Defusing Foreign Interferences and Influences - Part XIII | Daily News

Defusing Foreign Interferences and Influences - Part XIII

IMF Headquarters in Washington, D.C.
IMF Headquarters in Washington, D.C.

Sri Lanka was declared to be bankrupt on April 12, 2022 in the midst of great political turmoil. Less than a month later most unprecedentedly the Prime Minister and the Government and finally two months thereafter the President himself were ousted by anti-Government agitators.

Within days of assuming Office to complete the remainder of President Gotabaya Rajapaksa’s tenure, President Ranil Wickremesinghe brought the country under a semblance of normalcy. Whilst the long queues for essentials have disappeared, our economic woes that led to political mayhem still lurks. Thankfully remittances from exports are increasing and footing the bills for essentials. Yet, the possibility of returning to queues continues to be real.

Uneasy Political Truce Trembles

Since President Wickremesinghe assumed Office, up until now, there had been an unusual truce in the political arena, though economically the turmoil continues. The Opposition Leader Sajith Premadasa is happy with his current position. During President Gotabaya’s last days in Office, he appealed to Premadasa repeatedly to take over the mantle from him. Premadasa however steadfastly refused.

This was the same situation during the Yahapalana Government’s days. After the relations between the then President Maithripala Sirisena and his Premier Ranil Wickremesinghe soured, President Sirisena too wanted to replace Wickremesinghe with Premadasa.

According to Premadasa, he was offered the position more than 70 times. It is with great pride that Premadasa reveals that he refused each and every time. He claims that he cannot work with rogues. This is nonsense as his own party members are politicians where some with a past that is far from peachy.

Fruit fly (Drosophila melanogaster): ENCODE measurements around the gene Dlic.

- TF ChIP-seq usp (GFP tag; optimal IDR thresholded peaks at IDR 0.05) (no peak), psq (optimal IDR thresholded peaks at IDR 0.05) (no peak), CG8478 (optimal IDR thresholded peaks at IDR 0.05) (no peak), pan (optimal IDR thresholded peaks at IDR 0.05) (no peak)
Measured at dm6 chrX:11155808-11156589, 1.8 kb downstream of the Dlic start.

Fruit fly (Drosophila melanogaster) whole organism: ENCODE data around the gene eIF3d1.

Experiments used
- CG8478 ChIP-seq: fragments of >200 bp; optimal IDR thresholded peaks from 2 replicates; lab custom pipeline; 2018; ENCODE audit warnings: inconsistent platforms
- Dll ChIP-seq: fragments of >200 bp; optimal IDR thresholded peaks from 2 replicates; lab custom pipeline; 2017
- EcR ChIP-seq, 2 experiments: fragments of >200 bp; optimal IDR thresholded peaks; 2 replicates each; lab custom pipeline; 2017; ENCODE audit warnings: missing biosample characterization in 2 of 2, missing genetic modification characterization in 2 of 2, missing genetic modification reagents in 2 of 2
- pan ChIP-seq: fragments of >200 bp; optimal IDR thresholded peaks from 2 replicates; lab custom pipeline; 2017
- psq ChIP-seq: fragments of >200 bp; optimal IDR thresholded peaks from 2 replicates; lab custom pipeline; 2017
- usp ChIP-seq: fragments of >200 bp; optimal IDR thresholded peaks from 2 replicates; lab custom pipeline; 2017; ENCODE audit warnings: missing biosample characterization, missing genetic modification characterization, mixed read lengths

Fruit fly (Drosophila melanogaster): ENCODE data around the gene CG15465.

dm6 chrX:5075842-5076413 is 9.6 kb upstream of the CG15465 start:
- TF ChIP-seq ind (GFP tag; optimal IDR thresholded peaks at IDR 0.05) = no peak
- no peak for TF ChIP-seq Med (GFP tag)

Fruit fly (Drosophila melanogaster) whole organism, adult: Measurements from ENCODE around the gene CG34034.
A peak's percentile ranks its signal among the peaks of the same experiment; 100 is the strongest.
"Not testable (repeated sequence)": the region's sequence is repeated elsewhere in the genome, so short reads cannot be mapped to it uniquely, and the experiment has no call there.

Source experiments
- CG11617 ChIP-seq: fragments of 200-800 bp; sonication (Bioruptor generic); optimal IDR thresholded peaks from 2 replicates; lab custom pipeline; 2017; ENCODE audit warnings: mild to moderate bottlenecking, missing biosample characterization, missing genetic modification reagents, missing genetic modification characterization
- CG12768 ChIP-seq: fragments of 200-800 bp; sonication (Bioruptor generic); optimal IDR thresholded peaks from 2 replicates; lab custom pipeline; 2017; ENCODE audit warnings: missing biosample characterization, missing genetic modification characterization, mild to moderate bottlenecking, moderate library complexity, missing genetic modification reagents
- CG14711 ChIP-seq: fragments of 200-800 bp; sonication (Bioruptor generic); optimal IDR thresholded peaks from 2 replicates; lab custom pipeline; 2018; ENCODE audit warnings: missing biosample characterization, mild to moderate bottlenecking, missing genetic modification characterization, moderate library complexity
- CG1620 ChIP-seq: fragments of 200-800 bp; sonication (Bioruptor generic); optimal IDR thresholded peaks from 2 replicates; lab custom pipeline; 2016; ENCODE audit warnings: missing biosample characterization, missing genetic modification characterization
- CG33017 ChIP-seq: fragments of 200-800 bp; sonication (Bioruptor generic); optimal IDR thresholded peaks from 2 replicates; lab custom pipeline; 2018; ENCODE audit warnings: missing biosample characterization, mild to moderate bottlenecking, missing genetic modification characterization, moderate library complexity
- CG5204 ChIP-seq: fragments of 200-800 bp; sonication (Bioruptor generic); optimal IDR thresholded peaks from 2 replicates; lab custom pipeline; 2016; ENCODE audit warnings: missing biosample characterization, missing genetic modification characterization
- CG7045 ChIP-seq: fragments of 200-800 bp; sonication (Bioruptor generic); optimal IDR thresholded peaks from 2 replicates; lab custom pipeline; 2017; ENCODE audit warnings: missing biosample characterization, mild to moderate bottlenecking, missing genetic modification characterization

The SLPP, that rose as beautifully as a soufflé, is now a sore sight in politics. There are now at least 11 breakaway factions. The manner in which the voting for the 22nd Amendment to the constitution (22A) took place highlighted the SLPP’s pathetic position. Only Rear Admiral Sarath Weerasekera had the courage to take a principled stand, while everyone else - including the Rajapaksas themselves - played politics with it.

The JVP, who takes ownership of the anti-Government agitations that literally drove President Gotabaya from Office, were quiet until now. The JVP and the UNP share an interesting history. In the late 1980s, during the terror era of JVP’s second insurgency, challenging the UNP Government, Wickremesinghe as a minister of the Ranasinghe Premadasa Government played a pivotal role to bring down the JVP.


Shortage of foreign currencies.

During the Yahapalana Government it was widely rumoured that the JVP top hierarchy was in the UNP’s pocket. The Yahapalana Government was formed with the backing of powerful entities as the West and India, with all of Rajapaksa’s political foes united to oust President Mahinda Rajapaksa and keep the Rajapaksa clan out of politics. It was a strange era where anything was possible. However, whatever goodwill that may have existed between the JVP and the UNP evaporated with the Yahapalana Government’s disintegration.